All Aboriginal and Torres Strait Islander individuals aged > 12-months with risk conditions are recommended to receive 1 additional dose of 13vPCV unless they have previously received a total of 4 doses of 13vPCV (according to the routine schedule for Aboriginal and Torres Strait Islander infants in NT, Qld, SA and WA) followed by two doses of 23vPPV. These doses are funded for some but not all risk conditions.

All Aboriginal and Torres Strait Islander adults ≥ 50-years of age are eligible for 1 dose of 13vPCV and two doses of 23vPPV.

The maximum number of doses of 23vPPV received in a lifetime is two.

For more information please refer to ATAGI clinical advice on changes to vaccine recommendations and funding for people with risk conditions from 1 July 2020 and ATAGI clinical advice on changes to recommendations for pneumococcal vaccines from 1 July 2020.

Influenza

Aboriginal and Torres Strait Islander people are three times more likely than non-Indigenous people to be admitted to hospital for influenza and pneumonia.

Annual influenza vaccination is funded on the NIP for all Aboriginal and Torres Strait Islander peoples from 6-months of age.

Meningococcal B and ACWY

In 2019, Aboriginal and Torres Strait Islander people had a 10-fold increased incidence of meningococcal disease than non-Indigenous people across some age groups. The most common strains causing infection were types B and W. The recommendation for all Aboriginal and Torres Strait Islander peoples is immunisation against meningococcal disease from 6-weeks of age.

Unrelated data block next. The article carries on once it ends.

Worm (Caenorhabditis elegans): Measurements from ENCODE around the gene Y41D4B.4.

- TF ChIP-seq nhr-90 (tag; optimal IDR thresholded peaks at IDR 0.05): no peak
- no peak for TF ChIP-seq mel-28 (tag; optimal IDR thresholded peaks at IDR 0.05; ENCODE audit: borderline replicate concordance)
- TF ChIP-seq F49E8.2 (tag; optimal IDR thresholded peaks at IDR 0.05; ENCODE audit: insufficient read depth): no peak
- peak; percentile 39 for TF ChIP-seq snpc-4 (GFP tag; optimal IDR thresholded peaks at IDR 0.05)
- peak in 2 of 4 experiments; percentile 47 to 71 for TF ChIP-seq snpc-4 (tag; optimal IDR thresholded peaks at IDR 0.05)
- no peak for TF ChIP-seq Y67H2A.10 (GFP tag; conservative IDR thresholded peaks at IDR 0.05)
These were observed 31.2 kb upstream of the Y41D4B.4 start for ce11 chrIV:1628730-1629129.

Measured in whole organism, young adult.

Nimenrix® (meningococcal ACWY) is currently funded on the NIP as a single dose at 12-months of age and an adolescent dose at 14-15 years of age (Year 10 equivalent).

Meningococcal B vaccine (Bexsero®) is free and recommended under the NIP for Aboriginal and Torres Strait Islander infants at 2, 4, and 12-months of age.  An additional dose at 6-months of age is required for Aboriginal and Torres Strait Islander infants with certain medical risk conditions.

Meningococcal B and meningococcal ACWY vaccines are also funded under the NIP for people of all ages with specified medical risk conditions that increase their risk of IMD.

For more information refer to ATAGI clinical advice on changes to recommendations for meningococcal vaccines from 1 July 2020.

COVID-19 vaccines

COVID-19 vaccination is recommended for any Aboriginal and Torres Strait Islander person > 16- years of age, with the initial focus of COVID-19 vaccine rollout being older adults. Aboriginal and Torres Strait Islander people have been identified as a priority population (phase 1b) for immunisation as there is an increased risk of severe COVID-19 disease and death due to a number of factors. This includes a higher prevalence of underlying medical conditions, as well as a greater likelihood of living in communities where other preventative measures (social distancing, mask wearing and hand hygiene) cannot be maintained.

Please refer to COVID-19 vaccination – ATAGI clinical guidance on COVID-19 Vaccine in Australia in 2021 for more information.

Funded additional vaccines for Aboriginal Torres Strait Islander peoples living in other states

Vaccine Age group State
BCG (tuberculosis) Neonates NT, QLD, Northern SA (in high incidence TB areas)
Prevenar 13® (13-valent pneumococcal conjugate vaccine) 6-months NT, QLD, SA, WA
Vaqta® Paediatric (hepatitis A - 2 dose course) 18-months and 4-years NT, QLD, SA, WA